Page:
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Violence in our homes - an assault on our future

By Todd Harper - posted Thursday, 4 December 2008


Last week was White Ribbon Day. It came into being nearly 20 years ago in Montreal, Canada, one man purposefully picked out and massacred 14 women while at university. Two years later a few men decided to take a stand and in only six weeks, more than 100,000 men across Canada wore a white ribbon to symbolise a commitment to ending violence against women.

Today millions of white ribbons are worn around the world and hundreds of thousands by men and women across Australia. From police to politicians, truck drivers to teachers, on the sports field, in the country and the cities, people from all walks of life are saying enough is enough.

The violence has gone on for a very long time mostly behind closed doors. It is about attitudes and behaviour. It impacts profoundly on our communities, particularly women and children. These impacts go well beyond the four walls of a family home.

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Worrying figures in a new study released last week show that about 50 per cent of young people, that is over two million children, have witnessed physical or emotional violence against their mothers. And while these children may not bear the physical bruises, witnessing the abuse does significant damage to their health and wellbeing.

The new report published by the White Ribbon Foundation, paints a vivid picture of the pain. The report: An Assault on Our Future: The impact of violence on young people and their relationships shows the figures are severe, the personal pain is immeasurable and this problem is not going away.

Let us be clear. The majority of men are not violent but most violence is committed by men against other men. Women are six times as likely as men to have been assaulted by a partner or ex-partner. This is deadly serious.

Fifty-seven per cent of women reported some level of physical and/or sexual harm since the age of 16 years according to the Australian component of the 2004 International Violence Against Women Survey, reported by the Australian Institute of Criminology. The 2005 Australian Bureau of Statistics' Personal Safety Survey found that nearly 3.1 million women, or two out of five reported having experienced physical or sexual violence at least once since the age of 15.

The costs to the community are astronomical. The total cost of violence against women is at least $8.1 billion, according to Access economics. This estimate includes the costs of pain and suffering, health costs and long-term productivity costs.

We are not just talking about the medical costs, psychological trauma and pain and suffering of those abused. We know there are long-term mental health impacts like depression and anxiety as well as other physical health problems associated with diet and substance abuse.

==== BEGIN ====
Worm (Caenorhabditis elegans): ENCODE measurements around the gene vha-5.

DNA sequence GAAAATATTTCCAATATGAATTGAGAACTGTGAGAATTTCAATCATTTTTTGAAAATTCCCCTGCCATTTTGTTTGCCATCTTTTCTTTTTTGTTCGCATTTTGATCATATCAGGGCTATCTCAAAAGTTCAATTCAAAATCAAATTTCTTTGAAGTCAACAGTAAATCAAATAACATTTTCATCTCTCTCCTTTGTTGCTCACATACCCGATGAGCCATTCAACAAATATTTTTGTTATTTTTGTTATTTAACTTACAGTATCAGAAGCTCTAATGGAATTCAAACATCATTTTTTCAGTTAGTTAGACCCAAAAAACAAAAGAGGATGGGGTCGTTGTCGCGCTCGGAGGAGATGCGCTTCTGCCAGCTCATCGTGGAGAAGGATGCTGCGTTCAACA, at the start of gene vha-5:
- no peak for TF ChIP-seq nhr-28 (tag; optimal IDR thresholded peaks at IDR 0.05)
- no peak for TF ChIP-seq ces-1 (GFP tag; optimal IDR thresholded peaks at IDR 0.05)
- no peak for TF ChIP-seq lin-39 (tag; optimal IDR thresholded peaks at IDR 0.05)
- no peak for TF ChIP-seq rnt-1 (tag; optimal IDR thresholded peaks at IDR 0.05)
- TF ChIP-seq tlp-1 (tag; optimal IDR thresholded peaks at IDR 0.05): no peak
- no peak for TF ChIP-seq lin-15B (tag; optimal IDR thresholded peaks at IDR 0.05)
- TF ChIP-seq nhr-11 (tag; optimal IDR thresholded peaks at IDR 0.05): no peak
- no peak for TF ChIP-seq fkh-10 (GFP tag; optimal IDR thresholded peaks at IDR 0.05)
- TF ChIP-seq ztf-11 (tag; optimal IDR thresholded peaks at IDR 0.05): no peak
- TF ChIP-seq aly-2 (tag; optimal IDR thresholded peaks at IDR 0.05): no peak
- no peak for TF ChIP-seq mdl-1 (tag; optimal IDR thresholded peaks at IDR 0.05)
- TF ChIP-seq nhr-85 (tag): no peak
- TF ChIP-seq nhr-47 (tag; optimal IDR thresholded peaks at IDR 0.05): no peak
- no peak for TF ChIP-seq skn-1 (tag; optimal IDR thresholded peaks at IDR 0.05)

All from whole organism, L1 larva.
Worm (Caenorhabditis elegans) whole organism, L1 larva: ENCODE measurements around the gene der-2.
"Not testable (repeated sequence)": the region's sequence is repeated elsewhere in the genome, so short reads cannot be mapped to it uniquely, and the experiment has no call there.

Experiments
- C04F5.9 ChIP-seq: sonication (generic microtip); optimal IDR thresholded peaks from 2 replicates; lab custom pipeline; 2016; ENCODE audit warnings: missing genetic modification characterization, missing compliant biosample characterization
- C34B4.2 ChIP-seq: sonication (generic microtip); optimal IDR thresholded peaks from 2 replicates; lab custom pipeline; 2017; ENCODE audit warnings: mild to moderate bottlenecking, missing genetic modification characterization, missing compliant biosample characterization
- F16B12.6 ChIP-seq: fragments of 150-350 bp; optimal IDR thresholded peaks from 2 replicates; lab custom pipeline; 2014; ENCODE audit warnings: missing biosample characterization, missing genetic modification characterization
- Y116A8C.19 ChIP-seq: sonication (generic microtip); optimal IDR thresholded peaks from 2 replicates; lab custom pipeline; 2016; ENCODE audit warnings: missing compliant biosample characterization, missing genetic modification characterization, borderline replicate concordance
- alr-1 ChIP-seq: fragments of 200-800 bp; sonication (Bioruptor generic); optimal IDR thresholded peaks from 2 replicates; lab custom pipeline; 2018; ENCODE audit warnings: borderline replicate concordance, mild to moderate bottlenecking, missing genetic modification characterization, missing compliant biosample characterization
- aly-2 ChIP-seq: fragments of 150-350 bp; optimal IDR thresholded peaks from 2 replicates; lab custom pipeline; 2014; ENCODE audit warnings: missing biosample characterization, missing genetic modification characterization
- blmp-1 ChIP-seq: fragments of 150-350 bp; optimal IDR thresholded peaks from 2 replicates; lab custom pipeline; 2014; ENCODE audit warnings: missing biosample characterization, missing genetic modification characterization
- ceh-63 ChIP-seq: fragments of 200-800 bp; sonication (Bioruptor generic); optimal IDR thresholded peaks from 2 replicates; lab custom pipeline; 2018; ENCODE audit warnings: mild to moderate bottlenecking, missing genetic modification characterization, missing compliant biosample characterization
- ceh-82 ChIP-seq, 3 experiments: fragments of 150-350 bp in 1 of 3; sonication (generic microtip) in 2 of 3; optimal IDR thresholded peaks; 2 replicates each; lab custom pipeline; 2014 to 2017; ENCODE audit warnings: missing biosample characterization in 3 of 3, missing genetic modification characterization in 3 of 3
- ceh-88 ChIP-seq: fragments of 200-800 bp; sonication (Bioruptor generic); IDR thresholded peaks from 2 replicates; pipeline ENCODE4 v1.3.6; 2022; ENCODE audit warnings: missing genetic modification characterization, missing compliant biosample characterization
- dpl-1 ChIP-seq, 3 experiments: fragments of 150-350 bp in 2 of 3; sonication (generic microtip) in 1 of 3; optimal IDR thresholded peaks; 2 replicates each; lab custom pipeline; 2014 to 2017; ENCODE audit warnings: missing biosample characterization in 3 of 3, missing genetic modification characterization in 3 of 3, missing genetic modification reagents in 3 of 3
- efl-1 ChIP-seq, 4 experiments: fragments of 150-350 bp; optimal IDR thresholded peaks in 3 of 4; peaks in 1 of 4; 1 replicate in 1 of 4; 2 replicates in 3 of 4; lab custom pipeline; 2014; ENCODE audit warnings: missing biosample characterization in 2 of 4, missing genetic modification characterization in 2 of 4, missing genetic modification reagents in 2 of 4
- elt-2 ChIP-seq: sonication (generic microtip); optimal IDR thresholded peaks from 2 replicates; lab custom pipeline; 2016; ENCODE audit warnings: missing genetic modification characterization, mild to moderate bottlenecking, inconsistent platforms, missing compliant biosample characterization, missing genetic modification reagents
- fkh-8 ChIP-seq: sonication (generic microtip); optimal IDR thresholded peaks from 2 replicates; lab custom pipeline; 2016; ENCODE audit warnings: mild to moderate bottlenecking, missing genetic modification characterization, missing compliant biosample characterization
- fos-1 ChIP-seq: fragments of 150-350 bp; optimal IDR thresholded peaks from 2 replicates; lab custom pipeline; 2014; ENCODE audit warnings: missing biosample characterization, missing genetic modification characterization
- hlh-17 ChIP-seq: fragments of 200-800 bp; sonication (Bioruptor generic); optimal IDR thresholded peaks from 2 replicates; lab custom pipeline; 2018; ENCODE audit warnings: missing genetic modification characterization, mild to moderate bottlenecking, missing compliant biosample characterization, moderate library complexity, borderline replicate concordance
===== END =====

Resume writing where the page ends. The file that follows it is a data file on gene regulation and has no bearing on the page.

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Just as importantly, there are solutions to what seems to be an endless cycle of violence. The evidence shows that young men who have experienced domestic violence are more likely to perpetrate violence in their own relationships. But the majority do not. The cycle can be broken. In our families, we need fathers, brothers and uncles to take responsibility for the violence with firm resolve.

On our TV screens and in the public eye the role models of our young people need to lead by example. It is critical that TV personalities, politicians, sports stars and other celebrities get it right in their own lives and speak firmly about the need to end violence. Their behaviour has a huge impact on the growing minds and attitudes of our children.

It boils down to attitudes. Evidence shows that what we think influences how we act. A National Crime Prevention study showed that one in eight boys think it is okay to force a girl to have sex with them because they are flirting. These boys are more likely to follow through with violent behaviour. And one in three boys who think most physical violence occurs because a partner provoked it are also much more likely to act on this.

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About the Author

Todd Harper began as Chief Executive Officer VicHealth, in April 2007, following many years in tobacco control. Prior to taking on his current role, Todd was Quit Victorias Executive Director from 1999 to 2007.

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